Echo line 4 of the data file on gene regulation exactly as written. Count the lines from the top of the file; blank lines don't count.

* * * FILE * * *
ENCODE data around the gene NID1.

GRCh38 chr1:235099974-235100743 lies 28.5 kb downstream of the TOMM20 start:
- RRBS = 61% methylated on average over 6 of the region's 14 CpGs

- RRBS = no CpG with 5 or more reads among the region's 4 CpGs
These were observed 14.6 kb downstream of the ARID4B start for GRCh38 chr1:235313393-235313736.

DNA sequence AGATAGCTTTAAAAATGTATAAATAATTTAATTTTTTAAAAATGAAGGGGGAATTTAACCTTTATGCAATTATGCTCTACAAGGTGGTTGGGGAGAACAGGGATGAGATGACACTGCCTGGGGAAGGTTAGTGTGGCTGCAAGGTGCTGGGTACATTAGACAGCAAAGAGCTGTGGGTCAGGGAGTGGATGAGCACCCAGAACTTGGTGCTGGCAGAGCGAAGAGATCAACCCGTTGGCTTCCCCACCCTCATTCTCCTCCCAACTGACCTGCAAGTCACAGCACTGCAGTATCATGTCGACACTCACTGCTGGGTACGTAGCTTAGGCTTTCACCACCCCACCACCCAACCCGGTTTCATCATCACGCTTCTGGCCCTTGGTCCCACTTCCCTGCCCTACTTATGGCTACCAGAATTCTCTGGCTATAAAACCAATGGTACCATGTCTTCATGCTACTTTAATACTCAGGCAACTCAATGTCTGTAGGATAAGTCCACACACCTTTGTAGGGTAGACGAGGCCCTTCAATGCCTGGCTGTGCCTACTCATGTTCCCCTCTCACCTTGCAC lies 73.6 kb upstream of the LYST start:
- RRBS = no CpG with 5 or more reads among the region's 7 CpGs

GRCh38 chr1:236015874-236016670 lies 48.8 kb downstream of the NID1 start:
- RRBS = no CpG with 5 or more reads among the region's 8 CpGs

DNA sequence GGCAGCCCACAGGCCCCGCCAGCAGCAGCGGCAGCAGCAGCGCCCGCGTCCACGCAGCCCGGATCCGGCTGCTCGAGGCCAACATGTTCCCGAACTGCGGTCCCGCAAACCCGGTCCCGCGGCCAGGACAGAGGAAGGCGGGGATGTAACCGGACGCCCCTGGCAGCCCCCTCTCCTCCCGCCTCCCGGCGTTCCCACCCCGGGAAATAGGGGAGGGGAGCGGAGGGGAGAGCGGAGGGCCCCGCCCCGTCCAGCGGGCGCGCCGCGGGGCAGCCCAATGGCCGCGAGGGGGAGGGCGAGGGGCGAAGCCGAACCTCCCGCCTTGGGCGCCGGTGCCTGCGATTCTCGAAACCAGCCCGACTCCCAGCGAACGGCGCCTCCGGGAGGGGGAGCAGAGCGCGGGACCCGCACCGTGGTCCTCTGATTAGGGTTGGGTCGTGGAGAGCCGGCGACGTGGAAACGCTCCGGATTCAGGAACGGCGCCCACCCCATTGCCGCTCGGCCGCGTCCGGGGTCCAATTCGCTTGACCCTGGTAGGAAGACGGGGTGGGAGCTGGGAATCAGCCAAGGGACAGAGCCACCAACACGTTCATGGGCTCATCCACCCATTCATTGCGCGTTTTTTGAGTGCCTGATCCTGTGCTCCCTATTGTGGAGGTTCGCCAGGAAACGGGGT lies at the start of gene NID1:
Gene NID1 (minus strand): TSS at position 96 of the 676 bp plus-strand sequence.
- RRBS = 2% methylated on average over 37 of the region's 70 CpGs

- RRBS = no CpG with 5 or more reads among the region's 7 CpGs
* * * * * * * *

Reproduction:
- RRBS = no CpG with 5 or more reads among the region's 4 CpGs